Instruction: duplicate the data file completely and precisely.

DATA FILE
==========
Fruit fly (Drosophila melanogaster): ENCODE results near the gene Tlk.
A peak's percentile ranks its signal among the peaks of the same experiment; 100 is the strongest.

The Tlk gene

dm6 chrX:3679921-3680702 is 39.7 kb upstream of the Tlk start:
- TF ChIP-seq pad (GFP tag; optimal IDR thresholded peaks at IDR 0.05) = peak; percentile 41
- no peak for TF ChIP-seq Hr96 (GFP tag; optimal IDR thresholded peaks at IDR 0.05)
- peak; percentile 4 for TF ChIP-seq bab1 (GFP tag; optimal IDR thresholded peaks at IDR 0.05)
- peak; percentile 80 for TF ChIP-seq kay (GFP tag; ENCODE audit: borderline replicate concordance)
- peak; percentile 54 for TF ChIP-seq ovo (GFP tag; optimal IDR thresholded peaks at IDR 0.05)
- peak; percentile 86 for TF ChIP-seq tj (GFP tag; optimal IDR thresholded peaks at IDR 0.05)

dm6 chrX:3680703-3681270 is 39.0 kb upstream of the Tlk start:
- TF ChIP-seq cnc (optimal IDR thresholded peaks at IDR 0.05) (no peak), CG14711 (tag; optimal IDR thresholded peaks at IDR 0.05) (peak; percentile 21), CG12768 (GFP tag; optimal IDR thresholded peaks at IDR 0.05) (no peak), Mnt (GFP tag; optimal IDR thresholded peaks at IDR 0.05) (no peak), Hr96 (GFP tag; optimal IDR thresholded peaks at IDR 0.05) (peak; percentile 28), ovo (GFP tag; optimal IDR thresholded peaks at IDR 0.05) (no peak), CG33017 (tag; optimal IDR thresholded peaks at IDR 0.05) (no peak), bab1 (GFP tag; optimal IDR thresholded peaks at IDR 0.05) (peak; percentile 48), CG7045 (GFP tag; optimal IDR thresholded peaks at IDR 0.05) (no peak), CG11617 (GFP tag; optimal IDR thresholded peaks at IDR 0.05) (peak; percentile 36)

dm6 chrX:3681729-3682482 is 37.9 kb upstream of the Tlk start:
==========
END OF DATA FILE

Fruit fly (Drosophila melanogaster): ENCODE results near the gene Tlk.
A peak's percentile ranks its signal among the peaks of the same experiment; 100 is the strongest.

The Tlk gene

dm6 chrX:3679921-3680702 is 39.7 kb upstream of the Tlk start:
- TF ChIP-seq pad (GFP tag; optimal IDR thresholded peaks at IDR 0.05) = peak; percentile 41
- no peak for TF ChIP-seq Hr96 (GFP tag; optimal IDR thresholded peaks at IDR 0.05)
- peak; percentile 4 for TF ChIP-seq bab1 (GFP tag; optimal IDR thresholded peaks at IDR 0.05)
- peak; percentile 80 for TF ChIP-seq kay (GFP tag; ENCODE audit: borderline replicate concordance)
- peak; percentile 54 for TF ChIP-seq ovo (GFP tag; optimal IDR thresholded peaks at IDR 0.05)
- peak; percentile 86 for TF ChIP-seq tj (GFP tag; optimal IDR thresholded peaks at IDR 0.05)

dm6 chrX:3680703-3681270 is 39.0 kb upstream of the Tlk start:
- TF ChIP-seq cnc (optimal IDR thresholded peaks at IDR 0.05) (no peak), CG14711 (tag; optimal IDR thresholded peaks at IDR 0.05) (peak; percentile 21), CG12768 (GFP tag; optimal IDR thresholded peaks at IDR 0.05) (no peak), Mnt (GFP tag; optimal IDR thresholded peaks at IDR 0.05) (no peak), Hr96 (GFP tag; optimal IDR thresholded peaks at IDR 0.05) (peak; percentile 28), ovo (GFP tag; optimal IDR thresholded peaks at IDR 0.05) (no peak), CG33017 (tag; optimal IDR thresholded peaks at IDR 0.05) (no peak), bab1 (GFP tag; optimal IDR thresholded peaks at IDR 0.05) (peak; percentile 48), CG7045 (GFP tag; optimal IDR thresholded peaks at IDR 0.05) (no peak), CG11617 (GFP tag; optimal IDR thresholded peaks at IDR 0.05) (peak; percentile 36)

dm6 chrX:3681729-3682482 is 37.9 kb upstream of the Tlk start: